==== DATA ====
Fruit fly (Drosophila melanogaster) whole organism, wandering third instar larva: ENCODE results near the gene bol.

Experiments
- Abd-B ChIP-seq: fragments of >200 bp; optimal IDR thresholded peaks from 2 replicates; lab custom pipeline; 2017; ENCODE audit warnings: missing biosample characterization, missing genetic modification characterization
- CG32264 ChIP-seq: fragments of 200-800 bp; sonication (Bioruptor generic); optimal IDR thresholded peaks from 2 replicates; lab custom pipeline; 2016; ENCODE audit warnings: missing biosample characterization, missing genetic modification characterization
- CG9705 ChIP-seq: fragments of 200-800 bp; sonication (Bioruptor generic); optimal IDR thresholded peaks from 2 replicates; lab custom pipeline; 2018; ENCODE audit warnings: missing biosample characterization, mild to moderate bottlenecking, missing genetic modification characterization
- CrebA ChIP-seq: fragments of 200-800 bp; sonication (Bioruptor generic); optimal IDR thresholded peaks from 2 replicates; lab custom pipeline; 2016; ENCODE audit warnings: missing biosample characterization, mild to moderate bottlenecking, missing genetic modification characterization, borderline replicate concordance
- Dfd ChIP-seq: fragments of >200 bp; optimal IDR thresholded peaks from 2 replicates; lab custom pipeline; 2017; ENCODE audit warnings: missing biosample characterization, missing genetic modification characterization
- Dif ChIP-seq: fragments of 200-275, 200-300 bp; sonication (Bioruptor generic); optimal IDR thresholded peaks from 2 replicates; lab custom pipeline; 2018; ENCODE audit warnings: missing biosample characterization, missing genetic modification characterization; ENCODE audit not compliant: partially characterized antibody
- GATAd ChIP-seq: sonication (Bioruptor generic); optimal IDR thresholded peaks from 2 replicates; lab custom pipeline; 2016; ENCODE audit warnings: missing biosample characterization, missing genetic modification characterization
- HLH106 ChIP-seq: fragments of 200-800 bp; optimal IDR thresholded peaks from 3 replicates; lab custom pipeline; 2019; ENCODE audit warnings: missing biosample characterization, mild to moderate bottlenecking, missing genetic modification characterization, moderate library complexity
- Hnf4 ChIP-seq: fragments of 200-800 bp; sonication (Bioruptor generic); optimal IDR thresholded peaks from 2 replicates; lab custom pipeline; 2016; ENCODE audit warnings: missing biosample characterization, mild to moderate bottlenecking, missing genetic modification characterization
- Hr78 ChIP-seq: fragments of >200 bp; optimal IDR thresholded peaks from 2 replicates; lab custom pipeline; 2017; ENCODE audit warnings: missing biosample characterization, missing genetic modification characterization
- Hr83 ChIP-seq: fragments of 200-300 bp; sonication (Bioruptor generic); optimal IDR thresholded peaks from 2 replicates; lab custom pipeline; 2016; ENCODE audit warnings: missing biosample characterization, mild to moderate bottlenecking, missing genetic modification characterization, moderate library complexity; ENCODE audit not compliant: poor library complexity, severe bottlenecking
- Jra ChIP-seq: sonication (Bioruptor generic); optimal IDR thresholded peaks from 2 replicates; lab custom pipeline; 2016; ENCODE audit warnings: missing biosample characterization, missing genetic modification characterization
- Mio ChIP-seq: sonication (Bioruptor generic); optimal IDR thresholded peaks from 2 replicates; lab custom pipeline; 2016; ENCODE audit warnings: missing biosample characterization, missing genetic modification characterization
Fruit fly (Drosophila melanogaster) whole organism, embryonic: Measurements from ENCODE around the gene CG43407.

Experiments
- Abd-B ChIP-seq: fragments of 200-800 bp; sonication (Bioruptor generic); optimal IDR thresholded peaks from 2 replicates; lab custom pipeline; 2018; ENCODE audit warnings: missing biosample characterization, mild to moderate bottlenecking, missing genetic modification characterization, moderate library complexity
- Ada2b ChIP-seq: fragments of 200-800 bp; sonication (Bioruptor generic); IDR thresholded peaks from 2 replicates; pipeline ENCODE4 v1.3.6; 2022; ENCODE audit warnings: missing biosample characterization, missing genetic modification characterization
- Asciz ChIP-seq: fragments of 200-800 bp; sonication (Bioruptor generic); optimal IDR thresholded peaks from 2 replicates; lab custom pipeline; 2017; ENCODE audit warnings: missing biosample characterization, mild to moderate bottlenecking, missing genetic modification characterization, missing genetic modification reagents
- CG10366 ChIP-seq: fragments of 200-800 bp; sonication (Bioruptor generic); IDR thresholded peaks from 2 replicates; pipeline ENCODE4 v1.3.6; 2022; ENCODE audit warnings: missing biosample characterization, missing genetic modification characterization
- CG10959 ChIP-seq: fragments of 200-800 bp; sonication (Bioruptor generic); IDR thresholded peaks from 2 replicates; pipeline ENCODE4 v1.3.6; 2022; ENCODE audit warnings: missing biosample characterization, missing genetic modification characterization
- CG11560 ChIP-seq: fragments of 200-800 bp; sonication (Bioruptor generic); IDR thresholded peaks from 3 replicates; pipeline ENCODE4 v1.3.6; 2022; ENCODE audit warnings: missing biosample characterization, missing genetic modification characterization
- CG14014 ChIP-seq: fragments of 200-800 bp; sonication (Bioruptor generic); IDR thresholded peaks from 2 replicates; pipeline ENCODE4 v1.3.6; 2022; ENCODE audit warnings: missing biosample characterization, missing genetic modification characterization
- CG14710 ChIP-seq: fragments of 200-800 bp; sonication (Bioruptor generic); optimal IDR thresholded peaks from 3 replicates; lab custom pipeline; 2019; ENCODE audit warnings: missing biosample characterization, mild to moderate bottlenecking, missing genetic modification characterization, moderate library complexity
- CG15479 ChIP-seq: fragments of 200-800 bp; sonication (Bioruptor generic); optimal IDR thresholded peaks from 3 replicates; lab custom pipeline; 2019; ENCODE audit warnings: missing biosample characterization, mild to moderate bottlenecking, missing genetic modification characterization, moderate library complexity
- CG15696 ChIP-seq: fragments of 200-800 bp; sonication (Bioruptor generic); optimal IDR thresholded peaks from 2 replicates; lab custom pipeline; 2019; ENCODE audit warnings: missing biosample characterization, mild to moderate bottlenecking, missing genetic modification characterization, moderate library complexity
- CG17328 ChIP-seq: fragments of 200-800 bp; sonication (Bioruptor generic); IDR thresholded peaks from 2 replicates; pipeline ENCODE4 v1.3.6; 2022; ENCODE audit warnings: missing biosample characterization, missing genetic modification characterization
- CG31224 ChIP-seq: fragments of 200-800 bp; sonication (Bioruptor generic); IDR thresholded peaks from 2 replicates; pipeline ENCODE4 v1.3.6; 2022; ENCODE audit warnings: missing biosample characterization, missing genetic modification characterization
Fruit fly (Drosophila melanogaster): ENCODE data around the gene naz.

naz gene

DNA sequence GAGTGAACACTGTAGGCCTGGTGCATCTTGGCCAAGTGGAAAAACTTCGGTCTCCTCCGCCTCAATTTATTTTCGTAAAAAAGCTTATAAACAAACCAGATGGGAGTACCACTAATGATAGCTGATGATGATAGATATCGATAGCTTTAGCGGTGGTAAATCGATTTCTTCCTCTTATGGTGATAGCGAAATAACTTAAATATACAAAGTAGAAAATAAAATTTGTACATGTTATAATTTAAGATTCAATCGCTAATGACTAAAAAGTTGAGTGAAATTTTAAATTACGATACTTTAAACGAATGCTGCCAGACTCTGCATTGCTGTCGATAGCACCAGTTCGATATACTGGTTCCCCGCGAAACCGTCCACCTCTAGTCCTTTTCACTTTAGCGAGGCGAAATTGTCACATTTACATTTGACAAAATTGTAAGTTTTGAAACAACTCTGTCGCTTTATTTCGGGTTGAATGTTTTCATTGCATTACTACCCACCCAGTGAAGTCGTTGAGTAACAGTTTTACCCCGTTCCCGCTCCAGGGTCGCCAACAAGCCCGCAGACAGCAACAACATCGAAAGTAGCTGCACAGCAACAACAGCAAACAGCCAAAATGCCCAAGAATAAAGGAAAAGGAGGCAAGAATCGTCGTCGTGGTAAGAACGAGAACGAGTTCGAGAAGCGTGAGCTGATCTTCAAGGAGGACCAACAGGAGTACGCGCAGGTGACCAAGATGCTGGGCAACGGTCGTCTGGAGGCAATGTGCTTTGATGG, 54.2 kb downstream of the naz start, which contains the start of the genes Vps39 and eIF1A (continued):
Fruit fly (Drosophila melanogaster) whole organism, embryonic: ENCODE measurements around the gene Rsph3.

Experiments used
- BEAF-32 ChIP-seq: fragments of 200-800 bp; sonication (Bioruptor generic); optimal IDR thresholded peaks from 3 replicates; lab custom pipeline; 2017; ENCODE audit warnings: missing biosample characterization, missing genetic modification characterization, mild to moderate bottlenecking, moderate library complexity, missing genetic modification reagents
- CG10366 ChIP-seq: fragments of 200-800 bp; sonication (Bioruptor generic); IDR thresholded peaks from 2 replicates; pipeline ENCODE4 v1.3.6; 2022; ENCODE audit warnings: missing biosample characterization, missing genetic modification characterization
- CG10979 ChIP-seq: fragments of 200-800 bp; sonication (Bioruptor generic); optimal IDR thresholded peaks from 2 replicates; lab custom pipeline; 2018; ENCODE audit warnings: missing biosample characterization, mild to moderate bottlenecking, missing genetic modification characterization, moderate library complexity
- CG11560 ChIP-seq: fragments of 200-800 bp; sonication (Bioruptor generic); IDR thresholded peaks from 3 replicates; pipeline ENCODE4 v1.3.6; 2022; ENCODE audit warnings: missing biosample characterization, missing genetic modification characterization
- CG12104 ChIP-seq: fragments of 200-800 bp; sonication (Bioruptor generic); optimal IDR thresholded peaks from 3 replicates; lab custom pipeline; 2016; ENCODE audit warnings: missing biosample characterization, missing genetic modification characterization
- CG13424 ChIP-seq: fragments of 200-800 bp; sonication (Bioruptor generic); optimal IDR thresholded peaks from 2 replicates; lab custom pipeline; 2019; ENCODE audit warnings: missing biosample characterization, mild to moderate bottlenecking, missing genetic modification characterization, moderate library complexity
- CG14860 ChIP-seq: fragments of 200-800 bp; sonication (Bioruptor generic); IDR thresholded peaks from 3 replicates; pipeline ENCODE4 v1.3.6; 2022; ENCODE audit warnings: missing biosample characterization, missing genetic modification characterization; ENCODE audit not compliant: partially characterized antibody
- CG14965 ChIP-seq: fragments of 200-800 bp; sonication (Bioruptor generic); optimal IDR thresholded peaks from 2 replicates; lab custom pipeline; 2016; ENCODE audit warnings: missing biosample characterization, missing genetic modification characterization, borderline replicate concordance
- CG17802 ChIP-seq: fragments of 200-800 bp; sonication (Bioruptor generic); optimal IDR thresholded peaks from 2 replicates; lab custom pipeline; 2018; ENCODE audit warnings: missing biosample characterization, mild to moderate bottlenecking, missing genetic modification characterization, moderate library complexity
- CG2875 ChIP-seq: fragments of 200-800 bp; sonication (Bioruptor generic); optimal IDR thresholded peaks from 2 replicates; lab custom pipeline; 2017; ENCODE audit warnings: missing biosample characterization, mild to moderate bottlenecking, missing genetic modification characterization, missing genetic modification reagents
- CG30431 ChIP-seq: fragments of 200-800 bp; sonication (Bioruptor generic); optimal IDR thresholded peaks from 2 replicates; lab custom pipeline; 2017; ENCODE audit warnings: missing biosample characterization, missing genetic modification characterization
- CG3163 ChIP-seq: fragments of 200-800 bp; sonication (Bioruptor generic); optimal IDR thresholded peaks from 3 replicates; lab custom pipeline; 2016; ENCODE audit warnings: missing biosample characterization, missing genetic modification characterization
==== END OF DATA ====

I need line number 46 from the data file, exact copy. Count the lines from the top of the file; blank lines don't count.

- CG3163 ChIP-seq: fragments of 200-800 bp; sonication (Bioruptor generic); optimal IDR thresholded peaks from 3 replicates; lab custom pipeline; 2016; ENCODE audit warnings: missing biosample characterization, missing genetic modification characterization